Shoplifting in operators’ sights

LEFT REELING: Spot On Fishing's Craig Philp and Jamie Coates are frustrated by shoplifters who think they will get away with stealing from their store. Picture: TODD LEWIS

LEFT REELING: Spot On Fishing’s Craig Philp and Jamie Coates are frustrated by shoplifters who think they will get away with stealing from their store. Picture: TODD LEWIS

SHOPLIFTING remains an ongoing challenge for businesses in Mount Gambier with a spate of recent incidents in the city leaving local retailers frustrated.

Spot On Fishing was a recent victim of dishonest criminal behaviour when a thief entered the store on Tuesday and stole a handle from a fishing reel.

It was not until last Wednesday when staff Craig Philp and Jamie Coates noticed the reel part missing and reviewed security camera footage.

“Quite often you do not catch people in the act because we cannot afford to have someone on the camera 24/7,” Mr Philp said.

“You can never pick a shoplifter – that particular person was well-spoken, well-dressed.”

While the part stolen was only valued at around $12, Mr Philp said it is the dishonest acts that makes shop owners angry.

“In our game of fishing tackle, over 99pc of people who come in the door are great people, but that minority of scum who steal make you sick to the core,” he said.

“Over time it would be one reason to get out of the game.”

The incident came just a week after another man – Dayne Davis – was convicted and fined $300 for stealing a torch from the store earlier this year.

Once again, security camera footage was able to help police identify the defendant and he pleaded guilty to theft in the Mount Gambier Magistrates Court.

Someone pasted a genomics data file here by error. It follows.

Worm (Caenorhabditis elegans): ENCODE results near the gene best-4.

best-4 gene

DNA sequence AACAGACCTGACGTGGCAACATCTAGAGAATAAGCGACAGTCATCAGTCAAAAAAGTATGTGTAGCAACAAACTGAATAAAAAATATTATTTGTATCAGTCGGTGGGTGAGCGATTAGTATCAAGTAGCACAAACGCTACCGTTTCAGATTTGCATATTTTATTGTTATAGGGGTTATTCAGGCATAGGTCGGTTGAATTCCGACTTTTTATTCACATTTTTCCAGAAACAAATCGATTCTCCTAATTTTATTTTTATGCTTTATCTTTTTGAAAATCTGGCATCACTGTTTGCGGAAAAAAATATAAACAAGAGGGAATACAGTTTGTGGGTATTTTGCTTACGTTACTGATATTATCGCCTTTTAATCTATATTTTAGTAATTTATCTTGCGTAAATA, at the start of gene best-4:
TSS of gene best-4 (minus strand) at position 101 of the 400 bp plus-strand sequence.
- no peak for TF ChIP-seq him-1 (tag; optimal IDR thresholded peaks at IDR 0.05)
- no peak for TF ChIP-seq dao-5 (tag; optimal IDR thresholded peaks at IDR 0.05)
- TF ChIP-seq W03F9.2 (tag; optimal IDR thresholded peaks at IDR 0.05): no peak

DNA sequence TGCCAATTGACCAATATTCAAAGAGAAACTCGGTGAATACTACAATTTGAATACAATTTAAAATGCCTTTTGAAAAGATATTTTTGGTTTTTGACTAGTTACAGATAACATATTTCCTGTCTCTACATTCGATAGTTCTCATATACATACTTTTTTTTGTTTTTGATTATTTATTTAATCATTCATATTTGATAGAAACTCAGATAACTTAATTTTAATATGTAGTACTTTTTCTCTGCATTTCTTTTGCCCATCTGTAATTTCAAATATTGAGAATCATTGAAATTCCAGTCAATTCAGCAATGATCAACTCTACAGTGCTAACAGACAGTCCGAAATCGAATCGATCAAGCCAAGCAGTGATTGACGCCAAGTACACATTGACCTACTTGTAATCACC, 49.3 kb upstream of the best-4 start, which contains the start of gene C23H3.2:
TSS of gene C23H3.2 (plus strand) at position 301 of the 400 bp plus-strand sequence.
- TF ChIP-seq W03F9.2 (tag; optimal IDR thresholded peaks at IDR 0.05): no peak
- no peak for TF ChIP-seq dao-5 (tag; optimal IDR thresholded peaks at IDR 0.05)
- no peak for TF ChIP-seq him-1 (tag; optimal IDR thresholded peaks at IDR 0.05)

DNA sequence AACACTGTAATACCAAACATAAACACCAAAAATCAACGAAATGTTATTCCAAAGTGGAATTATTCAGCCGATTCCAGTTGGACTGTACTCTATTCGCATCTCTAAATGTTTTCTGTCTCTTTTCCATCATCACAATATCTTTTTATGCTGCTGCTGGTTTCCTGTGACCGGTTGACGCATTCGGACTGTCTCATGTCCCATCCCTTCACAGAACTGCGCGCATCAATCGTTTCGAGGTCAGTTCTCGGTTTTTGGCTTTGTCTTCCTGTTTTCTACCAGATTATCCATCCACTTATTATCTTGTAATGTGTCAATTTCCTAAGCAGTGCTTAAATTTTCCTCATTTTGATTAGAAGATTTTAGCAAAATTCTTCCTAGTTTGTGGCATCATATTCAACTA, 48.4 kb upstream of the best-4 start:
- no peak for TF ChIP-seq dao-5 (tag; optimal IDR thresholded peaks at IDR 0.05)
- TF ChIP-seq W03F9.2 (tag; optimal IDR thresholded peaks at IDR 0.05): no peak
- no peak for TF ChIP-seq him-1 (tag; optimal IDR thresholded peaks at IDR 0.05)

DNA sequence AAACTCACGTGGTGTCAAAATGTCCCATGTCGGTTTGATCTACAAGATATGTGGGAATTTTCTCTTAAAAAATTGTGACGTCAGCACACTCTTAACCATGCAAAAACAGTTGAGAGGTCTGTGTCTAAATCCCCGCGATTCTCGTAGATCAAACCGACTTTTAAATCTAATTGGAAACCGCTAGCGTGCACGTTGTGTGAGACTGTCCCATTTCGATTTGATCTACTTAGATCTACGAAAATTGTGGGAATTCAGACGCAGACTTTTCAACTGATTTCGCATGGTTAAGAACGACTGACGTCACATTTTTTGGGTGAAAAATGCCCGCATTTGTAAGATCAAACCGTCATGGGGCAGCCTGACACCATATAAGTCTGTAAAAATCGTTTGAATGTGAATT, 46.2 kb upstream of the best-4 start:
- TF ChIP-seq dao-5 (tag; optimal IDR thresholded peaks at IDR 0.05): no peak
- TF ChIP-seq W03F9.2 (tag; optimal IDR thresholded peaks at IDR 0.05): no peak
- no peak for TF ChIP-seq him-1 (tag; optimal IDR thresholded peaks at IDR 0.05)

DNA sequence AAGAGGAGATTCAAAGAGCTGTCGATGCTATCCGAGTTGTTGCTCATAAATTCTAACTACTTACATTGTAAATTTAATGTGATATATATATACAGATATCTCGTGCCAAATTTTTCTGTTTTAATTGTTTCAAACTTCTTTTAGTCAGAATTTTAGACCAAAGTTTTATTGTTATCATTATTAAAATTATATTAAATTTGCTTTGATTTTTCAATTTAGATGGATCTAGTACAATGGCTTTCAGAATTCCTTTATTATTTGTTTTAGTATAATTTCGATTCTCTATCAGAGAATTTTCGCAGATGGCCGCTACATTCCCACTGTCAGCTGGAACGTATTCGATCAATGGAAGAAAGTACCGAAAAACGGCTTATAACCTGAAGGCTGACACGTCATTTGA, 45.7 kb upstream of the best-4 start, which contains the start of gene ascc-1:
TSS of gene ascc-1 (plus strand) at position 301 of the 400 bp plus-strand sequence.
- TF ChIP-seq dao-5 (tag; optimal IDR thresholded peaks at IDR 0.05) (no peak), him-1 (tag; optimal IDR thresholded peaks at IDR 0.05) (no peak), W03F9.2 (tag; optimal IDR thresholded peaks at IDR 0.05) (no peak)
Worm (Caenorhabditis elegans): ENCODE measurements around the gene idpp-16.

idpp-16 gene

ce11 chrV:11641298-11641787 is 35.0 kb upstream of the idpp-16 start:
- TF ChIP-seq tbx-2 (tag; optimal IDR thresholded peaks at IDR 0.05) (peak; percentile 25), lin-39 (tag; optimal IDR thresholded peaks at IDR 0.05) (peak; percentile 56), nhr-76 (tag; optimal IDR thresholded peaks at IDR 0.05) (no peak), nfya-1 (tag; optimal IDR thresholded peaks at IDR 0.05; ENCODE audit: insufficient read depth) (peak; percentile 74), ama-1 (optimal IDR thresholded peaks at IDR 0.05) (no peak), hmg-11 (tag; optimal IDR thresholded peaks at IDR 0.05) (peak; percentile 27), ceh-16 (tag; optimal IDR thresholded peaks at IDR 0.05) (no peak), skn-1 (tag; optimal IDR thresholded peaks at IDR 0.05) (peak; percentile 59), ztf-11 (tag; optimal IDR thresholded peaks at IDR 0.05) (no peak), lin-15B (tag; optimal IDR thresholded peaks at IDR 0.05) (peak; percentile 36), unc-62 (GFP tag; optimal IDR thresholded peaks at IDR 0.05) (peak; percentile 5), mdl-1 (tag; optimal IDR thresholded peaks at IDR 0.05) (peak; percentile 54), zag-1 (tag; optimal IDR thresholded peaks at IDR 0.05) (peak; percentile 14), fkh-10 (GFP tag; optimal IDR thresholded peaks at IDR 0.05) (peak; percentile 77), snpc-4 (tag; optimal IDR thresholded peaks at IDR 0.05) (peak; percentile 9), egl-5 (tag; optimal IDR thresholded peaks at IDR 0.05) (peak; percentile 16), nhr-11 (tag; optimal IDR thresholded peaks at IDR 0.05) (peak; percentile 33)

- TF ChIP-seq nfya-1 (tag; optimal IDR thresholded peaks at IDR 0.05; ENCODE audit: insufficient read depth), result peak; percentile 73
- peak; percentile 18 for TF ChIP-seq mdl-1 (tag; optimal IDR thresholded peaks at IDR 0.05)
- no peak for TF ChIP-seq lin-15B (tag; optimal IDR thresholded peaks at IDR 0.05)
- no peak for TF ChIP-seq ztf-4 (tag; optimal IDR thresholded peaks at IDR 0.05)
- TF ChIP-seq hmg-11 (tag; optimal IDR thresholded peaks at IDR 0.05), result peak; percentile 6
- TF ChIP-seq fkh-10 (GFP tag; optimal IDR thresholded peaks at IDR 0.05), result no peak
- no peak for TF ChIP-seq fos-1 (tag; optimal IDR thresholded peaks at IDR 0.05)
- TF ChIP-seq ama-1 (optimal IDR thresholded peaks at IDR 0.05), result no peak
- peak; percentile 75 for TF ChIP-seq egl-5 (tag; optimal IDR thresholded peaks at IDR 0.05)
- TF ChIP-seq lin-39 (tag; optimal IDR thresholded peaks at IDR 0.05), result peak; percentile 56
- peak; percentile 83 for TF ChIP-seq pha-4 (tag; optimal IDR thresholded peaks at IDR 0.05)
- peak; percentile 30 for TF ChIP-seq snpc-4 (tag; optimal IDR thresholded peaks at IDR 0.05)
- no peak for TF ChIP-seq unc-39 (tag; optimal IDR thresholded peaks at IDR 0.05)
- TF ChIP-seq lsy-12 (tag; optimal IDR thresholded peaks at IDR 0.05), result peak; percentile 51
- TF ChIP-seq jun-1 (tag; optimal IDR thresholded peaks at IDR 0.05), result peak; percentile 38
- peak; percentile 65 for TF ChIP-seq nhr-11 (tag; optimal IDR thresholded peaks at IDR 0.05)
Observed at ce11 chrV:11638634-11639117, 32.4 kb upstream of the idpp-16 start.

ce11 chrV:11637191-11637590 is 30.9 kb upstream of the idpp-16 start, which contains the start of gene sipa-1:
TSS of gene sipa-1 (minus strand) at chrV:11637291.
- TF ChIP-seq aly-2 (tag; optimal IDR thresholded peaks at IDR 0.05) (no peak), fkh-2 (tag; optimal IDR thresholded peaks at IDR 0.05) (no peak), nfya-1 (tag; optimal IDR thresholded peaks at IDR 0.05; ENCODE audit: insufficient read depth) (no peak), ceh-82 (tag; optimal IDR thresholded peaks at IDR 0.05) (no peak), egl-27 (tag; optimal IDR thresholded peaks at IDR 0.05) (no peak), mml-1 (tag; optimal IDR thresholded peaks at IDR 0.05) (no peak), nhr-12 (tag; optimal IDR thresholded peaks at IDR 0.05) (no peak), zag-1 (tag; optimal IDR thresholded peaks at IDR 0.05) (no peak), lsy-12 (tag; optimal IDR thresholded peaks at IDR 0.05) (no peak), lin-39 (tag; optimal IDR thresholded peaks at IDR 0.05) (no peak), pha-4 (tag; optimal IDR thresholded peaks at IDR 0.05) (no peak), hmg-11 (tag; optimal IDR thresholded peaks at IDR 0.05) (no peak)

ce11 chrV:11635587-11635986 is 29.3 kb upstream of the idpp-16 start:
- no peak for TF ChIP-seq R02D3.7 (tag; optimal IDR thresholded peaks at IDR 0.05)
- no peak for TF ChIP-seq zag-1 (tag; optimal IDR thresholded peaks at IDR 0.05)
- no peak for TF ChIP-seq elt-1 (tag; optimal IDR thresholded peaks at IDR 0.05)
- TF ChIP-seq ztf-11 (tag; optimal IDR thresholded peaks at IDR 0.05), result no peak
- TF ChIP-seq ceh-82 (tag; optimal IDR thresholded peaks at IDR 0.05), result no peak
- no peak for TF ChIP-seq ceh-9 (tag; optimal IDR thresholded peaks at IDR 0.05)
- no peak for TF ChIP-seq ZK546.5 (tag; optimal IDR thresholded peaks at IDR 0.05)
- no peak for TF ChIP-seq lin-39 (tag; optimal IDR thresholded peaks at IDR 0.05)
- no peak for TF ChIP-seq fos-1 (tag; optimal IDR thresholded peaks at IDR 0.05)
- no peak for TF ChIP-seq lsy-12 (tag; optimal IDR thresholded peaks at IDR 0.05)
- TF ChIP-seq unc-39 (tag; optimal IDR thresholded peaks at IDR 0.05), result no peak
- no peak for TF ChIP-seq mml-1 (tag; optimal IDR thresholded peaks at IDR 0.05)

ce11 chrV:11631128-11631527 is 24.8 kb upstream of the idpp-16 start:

Despite the successful prosecution, Mr Philp believed penalties imposed by the court were not acting as a big enough deterrent to the offenders.

“I feel sorry for the police because they put all the hard work in, but when these people go through the judicial system they are just given a slap on the wrist,” he said.

Sharing in the frustration, Arena Sports Store owner Michael Pitt said shoplifters could have a major impact on a small business owner’s livelihood.

“If I get 10 tennis racquets in the shop, I do not make any money until I have sold the 10th one, so if one is stolen, I do not make anything,” Mr Pitt said.

“That’s what people do not understand, it is my livelihood, they are not taking money from the shop, they are taking money out of my pocket.”

Mr Pitt has recently taken the step to introduce a security system in the store, which has made it easier to catch thieves.

“It has made it a lot better, we were amazed at how different our stocktake was,” he said.

“In saying that, you still have to remain very vigilant.”

No-one likes to be labelled a thief and Mr Pitt said it can be a challenge to confront shoppers about stealing.

“You have to be 110pc sure – I have let people go when I suspect they have stolen something because you have to be very careful when accusing someone,” he said.

Mount Gambier Police Acting Sergeant Stephanie Rickard from the Limestone Coast Crime Prevention Unit said educating retailers was her key focus in preventing shoplifting.

“Particularly if we identify a business that has become a target for shoplifting, we will educate them on what action they can take to prevent theft in their store,” Act Sgt Rickard said.

“High quality security camera footage always gives police the best opportunity to catch offenders.”